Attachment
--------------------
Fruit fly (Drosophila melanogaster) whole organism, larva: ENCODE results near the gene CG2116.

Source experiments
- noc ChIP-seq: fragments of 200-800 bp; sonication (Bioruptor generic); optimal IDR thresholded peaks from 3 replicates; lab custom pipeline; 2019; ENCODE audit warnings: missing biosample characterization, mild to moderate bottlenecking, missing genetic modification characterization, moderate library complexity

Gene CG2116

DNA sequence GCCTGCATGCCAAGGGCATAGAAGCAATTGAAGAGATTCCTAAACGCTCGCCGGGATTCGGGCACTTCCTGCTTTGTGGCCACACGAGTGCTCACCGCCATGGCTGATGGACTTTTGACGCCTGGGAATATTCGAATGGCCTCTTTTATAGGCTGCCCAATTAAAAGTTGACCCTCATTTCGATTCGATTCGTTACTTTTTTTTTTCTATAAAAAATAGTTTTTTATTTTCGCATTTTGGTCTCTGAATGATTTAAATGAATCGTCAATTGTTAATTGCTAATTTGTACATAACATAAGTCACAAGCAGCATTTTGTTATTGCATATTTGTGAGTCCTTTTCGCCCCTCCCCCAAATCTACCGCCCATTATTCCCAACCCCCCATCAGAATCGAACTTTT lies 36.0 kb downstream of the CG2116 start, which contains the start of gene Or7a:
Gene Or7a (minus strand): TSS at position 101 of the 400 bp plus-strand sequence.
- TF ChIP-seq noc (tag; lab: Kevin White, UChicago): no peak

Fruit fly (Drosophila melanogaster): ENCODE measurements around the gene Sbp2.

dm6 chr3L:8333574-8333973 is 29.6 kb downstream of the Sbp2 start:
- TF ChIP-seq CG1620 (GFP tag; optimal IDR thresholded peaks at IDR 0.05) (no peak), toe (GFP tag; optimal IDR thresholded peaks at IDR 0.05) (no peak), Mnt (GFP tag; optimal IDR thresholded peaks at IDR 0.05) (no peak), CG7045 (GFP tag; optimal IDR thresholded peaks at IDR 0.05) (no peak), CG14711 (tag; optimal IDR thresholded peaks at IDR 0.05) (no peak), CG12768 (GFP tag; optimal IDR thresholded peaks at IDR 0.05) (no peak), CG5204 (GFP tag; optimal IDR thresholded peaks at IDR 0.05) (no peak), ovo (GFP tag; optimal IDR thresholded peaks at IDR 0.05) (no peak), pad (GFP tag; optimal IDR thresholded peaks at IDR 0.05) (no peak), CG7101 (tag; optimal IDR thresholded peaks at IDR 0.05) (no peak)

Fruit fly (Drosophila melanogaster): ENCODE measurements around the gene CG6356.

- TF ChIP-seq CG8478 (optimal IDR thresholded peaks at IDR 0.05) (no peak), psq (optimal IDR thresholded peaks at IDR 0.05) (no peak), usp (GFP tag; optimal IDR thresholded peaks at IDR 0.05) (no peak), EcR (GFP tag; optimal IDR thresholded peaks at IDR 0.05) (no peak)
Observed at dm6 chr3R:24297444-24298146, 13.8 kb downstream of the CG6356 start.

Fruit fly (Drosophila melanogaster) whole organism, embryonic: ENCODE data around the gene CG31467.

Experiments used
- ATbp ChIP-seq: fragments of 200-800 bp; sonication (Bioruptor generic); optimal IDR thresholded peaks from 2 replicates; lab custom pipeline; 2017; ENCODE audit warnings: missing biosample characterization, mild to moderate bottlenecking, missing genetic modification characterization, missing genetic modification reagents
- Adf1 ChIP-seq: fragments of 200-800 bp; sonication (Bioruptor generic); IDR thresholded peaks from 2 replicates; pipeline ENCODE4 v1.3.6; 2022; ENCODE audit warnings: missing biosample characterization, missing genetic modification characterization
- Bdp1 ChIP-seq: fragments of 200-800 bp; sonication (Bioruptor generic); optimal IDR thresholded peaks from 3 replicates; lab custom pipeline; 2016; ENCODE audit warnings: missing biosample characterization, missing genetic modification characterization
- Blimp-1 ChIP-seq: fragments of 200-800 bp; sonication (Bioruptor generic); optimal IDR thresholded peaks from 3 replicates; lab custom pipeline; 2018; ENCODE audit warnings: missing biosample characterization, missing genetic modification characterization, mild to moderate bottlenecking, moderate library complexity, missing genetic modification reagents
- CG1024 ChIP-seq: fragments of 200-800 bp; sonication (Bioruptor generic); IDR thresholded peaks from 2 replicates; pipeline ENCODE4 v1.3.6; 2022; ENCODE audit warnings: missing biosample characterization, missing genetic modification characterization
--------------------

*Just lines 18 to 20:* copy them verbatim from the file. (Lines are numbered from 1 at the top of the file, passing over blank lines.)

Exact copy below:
- Bdp1 ChIP-seq: fragments of 200-800 bp; sonication (Bioruptor generic); optimal IDR thresholded peaks from 3 replicates; lab custom pipeline; 2016; ENCODE audit warnings: missing biosample characterization, missing genetic modification characterization
- Blimp-1 ChIP-seq: fragments of 200-800 bp; sonication (Bioruptor generic); optimal IDR thresholded peaks from 3 replicates; lab custom pipeline; 2018; ENCODE audit warnings: missing biosample characterization, missing genetic modification characterization, mild to moderate bottlenecking, moderate library complexity, missing genetic modification reagents
- CG1024 ChIP-seq: fragments of 200-800 bp; sonication (Bioruptor generic); IDR thresholded peaks from 2 replicates; pipeline ENCODE4 v1.3.6; 2022; ENCODE audit warnings: missing biosample characterization, missing genetic modification characterization